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A Tax Man Takes Account of His Life - WSJ.


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APRIL 5, 2011

A Tax Man Takes Account Of His Life

CPA Lives Better, Works Less Thanks to Art of Deduction

In the thick of tax season, most certified public accountants are chained to their desks grinding out returns. Doug Stives, a CPA from Red Bank, N.J., went skiing in Utah. "I always dreamed of coming here for peak conditions," he said in mid-March between runs at Snowbasin Resort. The trip is among the many perks that have accrued from his decision, in 2006, to become, in effect, The Most Tax-Efficient Man in America. The experiment has led to a new career, frequent travel and obsessive documentation of expenses, such as a $6 hot dog he recently bought in the Philadelphia airport. The "aha" moment came to him, he says, after a college approached him about a teaching gig and he realized he could put into practice many of the tax strategies he had learned over the decades. Step One was to change jobs. Mr. Stives had been a partner for 36 years at The Curchin Group, an accounting firm. By accepting an offer to teach tax and accounting courses full-time at the Leon Hess Business School of Monmouth University in New Jersey, he was able to tap into a broad array of tax-free employee benefits not available to him at the firm.

Doug Stives earns less than 75 percent of his former salary but takes home almost 90 percent as much. How? He claims every tax deduction he can. Kelsey Hubbard talks with the CPA turned professor about using the tax code to get more with less.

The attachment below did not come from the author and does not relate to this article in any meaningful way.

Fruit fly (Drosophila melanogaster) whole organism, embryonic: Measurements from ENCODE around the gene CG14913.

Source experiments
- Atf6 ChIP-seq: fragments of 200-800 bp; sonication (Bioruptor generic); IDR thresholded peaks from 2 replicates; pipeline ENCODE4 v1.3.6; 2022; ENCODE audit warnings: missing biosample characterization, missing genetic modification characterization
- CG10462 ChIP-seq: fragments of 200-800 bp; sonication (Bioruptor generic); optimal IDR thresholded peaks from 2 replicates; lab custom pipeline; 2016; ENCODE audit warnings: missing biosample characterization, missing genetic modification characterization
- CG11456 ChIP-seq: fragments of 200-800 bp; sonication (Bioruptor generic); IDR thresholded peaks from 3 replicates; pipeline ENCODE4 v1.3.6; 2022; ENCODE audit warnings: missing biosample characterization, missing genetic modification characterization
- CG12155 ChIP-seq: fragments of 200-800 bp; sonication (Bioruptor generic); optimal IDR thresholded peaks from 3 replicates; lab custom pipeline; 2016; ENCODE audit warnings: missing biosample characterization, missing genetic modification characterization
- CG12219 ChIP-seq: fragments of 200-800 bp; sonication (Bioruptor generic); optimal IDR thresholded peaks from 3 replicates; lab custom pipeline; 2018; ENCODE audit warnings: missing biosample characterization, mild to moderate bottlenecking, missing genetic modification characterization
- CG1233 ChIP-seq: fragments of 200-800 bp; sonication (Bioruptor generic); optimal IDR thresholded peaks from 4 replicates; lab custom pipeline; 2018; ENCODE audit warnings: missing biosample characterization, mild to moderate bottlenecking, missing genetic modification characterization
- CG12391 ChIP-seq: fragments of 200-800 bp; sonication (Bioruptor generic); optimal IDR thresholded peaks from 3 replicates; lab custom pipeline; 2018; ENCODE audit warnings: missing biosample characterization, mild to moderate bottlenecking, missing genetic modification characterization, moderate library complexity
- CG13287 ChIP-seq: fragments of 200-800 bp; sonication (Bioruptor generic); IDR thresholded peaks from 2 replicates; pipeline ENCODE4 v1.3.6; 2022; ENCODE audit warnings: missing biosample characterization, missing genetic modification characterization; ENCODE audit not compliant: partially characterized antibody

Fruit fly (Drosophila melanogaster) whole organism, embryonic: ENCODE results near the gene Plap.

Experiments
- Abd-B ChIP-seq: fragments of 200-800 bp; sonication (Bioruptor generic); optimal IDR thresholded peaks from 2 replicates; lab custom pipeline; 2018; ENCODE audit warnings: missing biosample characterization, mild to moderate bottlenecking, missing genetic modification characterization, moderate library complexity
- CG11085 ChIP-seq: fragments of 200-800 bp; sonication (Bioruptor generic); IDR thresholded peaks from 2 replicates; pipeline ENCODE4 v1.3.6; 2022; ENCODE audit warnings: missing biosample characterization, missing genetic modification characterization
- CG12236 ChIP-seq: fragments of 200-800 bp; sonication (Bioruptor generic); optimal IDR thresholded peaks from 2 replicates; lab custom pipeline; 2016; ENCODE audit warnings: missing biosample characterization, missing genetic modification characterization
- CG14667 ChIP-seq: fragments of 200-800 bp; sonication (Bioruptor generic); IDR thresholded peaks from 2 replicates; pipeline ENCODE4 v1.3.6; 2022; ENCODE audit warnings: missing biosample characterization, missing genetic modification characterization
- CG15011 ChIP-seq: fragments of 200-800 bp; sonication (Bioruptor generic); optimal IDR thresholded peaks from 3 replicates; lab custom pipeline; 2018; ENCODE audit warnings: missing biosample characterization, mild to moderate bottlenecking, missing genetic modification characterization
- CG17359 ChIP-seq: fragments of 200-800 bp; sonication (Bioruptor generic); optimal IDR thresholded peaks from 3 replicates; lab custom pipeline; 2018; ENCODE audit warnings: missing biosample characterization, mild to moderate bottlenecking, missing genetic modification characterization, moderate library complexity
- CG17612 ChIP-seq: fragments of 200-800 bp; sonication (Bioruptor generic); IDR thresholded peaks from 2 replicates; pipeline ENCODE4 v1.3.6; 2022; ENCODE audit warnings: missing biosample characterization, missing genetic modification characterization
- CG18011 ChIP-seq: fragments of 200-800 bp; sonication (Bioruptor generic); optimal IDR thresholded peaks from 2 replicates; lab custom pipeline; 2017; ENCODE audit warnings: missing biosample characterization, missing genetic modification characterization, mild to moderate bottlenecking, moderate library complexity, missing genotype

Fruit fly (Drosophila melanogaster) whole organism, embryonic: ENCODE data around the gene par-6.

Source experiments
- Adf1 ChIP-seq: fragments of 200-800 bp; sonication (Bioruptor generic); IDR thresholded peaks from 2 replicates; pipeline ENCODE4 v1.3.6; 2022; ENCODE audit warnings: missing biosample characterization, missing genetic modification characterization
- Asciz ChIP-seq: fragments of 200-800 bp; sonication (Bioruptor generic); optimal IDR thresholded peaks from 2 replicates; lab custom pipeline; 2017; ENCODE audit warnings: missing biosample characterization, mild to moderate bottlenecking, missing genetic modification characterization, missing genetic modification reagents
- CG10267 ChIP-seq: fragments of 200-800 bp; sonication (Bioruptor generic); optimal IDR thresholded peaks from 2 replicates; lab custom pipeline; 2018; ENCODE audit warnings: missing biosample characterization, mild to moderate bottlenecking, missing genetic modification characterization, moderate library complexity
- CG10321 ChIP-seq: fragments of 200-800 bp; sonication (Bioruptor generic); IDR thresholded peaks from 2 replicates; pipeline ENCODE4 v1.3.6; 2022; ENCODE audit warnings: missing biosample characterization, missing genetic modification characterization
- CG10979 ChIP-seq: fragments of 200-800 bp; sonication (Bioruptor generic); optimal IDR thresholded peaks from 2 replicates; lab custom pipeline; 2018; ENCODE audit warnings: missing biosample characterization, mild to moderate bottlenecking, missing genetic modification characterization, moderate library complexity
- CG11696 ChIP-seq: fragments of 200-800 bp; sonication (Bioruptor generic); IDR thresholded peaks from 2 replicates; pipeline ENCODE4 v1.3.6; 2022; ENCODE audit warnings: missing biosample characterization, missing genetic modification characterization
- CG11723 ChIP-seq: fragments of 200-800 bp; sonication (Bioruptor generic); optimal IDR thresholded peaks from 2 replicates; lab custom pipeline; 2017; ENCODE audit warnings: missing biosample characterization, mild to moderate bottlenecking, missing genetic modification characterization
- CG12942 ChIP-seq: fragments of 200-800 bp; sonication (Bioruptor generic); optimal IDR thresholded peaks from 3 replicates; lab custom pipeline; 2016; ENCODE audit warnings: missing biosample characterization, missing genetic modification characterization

Step Two was the formation of Doug Stives LLC, the separate consulting business to which he attributes an impressive array of expenses. In general, people who are employees and have side businesses are often in the best position to maximize the tax code's benefits, say experts. Mr. Stives calls this "the best of all worlds." The result, says Mr. Stives, is that while he earns less than 75% of his earlier pay, he takes home almost 90% as much. And he says he reaps another $40,000 a year in tax-free benefits from his college gig. Among other things, the school adds to his 401(k) contribution and provides tax-free, discounted health plans for Mr. Stives and his wife, plus disability insurance. As a partner in the accounting firm, he had to fund such expenses himself. Not that all is perfect now. One peeve: dealing with what he calls "airline nonsense"long lines, rising fees and canceled flights. But overall, he says, "my quality of life is so much higher." His wife of 40 years, Elizabeth Stives, agrees. "We travel so much now for his business," she says. "Next is Lake Tahoe."